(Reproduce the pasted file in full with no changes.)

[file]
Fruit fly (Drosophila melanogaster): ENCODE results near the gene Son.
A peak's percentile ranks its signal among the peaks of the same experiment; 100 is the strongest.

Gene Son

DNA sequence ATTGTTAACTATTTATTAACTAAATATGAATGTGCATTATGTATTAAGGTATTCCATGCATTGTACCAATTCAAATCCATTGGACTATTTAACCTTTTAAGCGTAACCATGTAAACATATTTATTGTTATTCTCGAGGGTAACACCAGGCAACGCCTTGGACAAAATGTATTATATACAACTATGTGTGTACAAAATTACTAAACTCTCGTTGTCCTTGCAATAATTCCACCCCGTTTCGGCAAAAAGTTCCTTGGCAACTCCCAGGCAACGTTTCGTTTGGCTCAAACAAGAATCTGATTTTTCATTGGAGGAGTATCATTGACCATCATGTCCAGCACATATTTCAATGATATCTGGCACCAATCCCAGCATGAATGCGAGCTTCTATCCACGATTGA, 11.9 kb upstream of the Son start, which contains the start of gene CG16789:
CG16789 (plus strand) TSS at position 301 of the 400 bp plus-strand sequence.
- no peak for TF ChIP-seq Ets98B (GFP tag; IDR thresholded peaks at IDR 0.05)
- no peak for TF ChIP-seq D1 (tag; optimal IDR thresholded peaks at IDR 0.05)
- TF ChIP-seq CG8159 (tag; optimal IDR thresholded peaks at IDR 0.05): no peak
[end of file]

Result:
Fruit fly (Drosophila melanogaster): ENCODE results near the gene Son.
A peak's percentile ranks its signal among the peaks of the same experiment; 100 is the strongest.

Gene Son

DNA sequence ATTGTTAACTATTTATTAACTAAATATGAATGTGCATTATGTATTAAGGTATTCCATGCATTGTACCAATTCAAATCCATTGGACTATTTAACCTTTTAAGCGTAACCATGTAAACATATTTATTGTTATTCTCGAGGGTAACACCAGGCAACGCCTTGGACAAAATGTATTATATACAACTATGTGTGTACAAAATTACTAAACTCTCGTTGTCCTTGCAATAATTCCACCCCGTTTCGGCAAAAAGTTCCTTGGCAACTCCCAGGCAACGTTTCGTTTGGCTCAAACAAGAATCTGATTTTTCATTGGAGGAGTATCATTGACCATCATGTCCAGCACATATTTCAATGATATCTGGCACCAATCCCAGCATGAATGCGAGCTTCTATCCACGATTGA, 11.9 kb upstream of the Son start, which contains the start of gene CG16789:
CG16789 (plus strand) TSS at position 301 of the 400 bp plus-strand sequence.
- no peak for TF ChIP-seq Ets98B (GFP tag; IDR thresholded peaks at IDR 0.05)
- no peak for TF ChIP-seq D1 (tag; optimal IDR thresholded peaks at IDR 0.05)
- TF ChIP-seq CG8159 (tag; optimal IDR thresholded peaks at IDR 0.05): no peak